Subject: I have found a DVD that I think you would enjoy
A Must See autobiography of a classical guitar icon
Arthur Sprecher | 04/02/2007
(4 out of 5 stars)
"Julian Bream is often credited with defining the classical guitar and lute repertoire in Great Brittan. "My Life In Music" is Mr. Bream's autobiographical retrospective on his formative years as an artist from his first guitar and piano lessons, into his explorations of the lute and jazz and classical guitar repertoire in his early professional years, and through his on going quest to make music his audience and he enjoy.
Great attention was paid to the production quality of the DVD. The views of Mr. Bream's home and English towns and country side are wonderful. The full spectrum of Mr. Bream's repertoire is presented with good sound quality. My only complaint is that there is not enough time spent with Mr. Bream performing. I would not edit out any of the narrative or scenic shots, I would simply add more time with Mr. Bream and his guitar or lute. This minor criticism is partially mitigated by the inclusion of three bonus performances by Mr. Bream.
All in all, this is a very satisfying and well rounded, nostalgic look at Mr. Bream's "life in music."
Delightful but incomplete tribute
drollere | Sebastopol, CA United States | 08/14/2007
(4 out of 5 stars)
"this is an invaluable overview of the life and career of the greatest interpretive guitarist and lutenist of our time. others may have had a mechanically superior technique, but no one has penetrated as far into the spirit of so many musical styles -- the renaissance and modern repertoires in particular. no guitarist should pass up the opportunity to enjoy this historical and personal story.
the narrative is very good on bream's early years, especially regarding his relationship with his father and his transition from home schooled musician to royal academy graduate and wigmore hall debut. after that the chronology becomes hard to follow, and both his recording contracts and his concert career are slighted. as a young man i treasured his early RCA recordings and followed bream to four of his consecutive continental concerts, and recall with awe the variety in his programs and the consistent brilliance of his playing. however the musical samples do illustrate his performances from the 1960's onward, including a spicy rehearsal session with the bream consort and duets with george malcolm and peter pears. these give a glimpse of his stupendous lute technique.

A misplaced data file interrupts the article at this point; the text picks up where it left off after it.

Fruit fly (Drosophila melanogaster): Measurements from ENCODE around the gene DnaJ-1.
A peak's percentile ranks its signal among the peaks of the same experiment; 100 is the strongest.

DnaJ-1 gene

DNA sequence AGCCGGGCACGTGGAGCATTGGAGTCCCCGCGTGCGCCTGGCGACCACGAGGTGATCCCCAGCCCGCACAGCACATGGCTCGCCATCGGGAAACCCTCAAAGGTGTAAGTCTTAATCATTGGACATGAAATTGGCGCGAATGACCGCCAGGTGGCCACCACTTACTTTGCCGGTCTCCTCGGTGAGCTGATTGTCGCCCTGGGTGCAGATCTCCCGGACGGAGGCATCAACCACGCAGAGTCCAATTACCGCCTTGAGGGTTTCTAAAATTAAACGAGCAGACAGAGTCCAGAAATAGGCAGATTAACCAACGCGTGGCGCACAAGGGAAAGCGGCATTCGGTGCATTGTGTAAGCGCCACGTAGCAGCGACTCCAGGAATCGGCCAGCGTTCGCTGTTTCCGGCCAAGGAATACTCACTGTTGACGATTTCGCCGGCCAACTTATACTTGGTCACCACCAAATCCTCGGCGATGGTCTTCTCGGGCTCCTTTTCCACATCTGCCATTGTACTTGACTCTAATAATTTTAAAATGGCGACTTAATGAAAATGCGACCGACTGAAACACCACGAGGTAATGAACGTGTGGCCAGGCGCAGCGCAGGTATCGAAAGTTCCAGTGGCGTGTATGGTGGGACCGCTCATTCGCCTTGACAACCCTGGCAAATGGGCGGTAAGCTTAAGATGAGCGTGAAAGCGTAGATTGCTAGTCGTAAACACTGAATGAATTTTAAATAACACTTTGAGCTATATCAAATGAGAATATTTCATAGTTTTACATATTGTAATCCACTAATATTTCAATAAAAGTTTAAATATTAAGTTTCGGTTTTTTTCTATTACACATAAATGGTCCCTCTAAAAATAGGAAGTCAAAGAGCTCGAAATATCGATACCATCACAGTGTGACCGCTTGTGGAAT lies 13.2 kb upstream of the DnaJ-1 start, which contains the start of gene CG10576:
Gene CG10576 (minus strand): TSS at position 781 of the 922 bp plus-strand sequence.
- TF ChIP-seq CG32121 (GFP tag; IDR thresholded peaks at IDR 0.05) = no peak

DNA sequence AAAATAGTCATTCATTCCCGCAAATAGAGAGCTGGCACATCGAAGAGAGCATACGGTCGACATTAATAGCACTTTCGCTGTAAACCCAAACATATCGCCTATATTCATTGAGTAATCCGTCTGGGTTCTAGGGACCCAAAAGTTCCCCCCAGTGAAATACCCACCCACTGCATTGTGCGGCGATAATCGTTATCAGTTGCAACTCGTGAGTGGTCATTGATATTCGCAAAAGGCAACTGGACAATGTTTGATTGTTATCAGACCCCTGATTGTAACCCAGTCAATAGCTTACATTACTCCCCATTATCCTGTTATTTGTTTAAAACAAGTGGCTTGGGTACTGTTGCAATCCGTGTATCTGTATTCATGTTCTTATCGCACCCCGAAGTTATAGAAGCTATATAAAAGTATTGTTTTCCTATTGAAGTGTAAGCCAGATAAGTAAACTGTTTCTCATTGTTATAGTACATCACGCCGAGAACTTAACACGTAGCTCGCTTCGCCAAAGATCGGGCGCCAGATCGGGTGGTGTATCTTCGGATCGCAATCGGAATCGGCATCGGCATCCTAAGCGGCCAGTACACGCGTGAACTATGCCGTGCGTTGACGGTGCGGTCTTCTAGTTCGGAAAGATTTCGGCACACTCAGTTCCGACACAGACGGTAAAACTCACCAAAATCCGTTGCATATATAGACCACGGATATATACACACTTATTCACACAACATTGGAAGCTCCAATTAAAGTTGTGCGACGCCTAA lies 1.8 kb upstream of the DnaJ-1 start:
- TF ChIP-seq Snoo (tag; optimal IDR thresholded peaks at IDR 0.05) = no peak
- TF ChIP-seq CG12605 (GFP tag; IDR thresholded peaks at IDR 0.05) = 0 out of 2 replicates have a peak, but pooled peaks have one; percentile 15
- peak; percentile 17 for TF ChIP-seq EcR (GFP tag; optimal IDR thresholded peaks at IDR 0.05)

i was happy to see the glorious pile of an english estate that bream bought in the 1960's and where he lives today and, in the film, narrates much of his life. but there is more footage of his cricket matches than of his wife and children, no mention of musical management or projects such as his "julian bream edition" of guitar works, and as an old man whose dear companion is a dog, his life appears detached from friends and colleagues. but what is here will be dear to every one who grew up practicing guitar in pursuit of his example."
Julian Bream, in his own words
Alan Christopher | USA | 04/01/2008
(5 out of 5 stars)
"First of all, the pluses. The film is 120 minutes long and I wished it were longer. You get to hear Julian Bream recounting the formation and development of his musical career, speaking directly to the camera. He is charming and frank about a lot of issues. He is generally quite modest and is frequently funny. In all it amounts to a personal and moving story.
Additionally, the director did some things quite to my liking. First he made excellent use of a limited number of old photos and extensive video footage incorporating these into the film effectively. Secondly, the film is punctuated with several filmed performances shown in their entirety and without any voice-over. While these are generally short works or single movements it does amount to about eight clips, each running from 3 to 5 or so minutes long.
The bonus features on the DVD include four additional performed works ("Archive Music Clips") totaling about 18 minutes and nine "bonus chapters" that didn't make it into the final cut. The bonus chapters are mostly additional anecdotes by Bream amounting to about 28 minutes of supplemental material, all worth watching.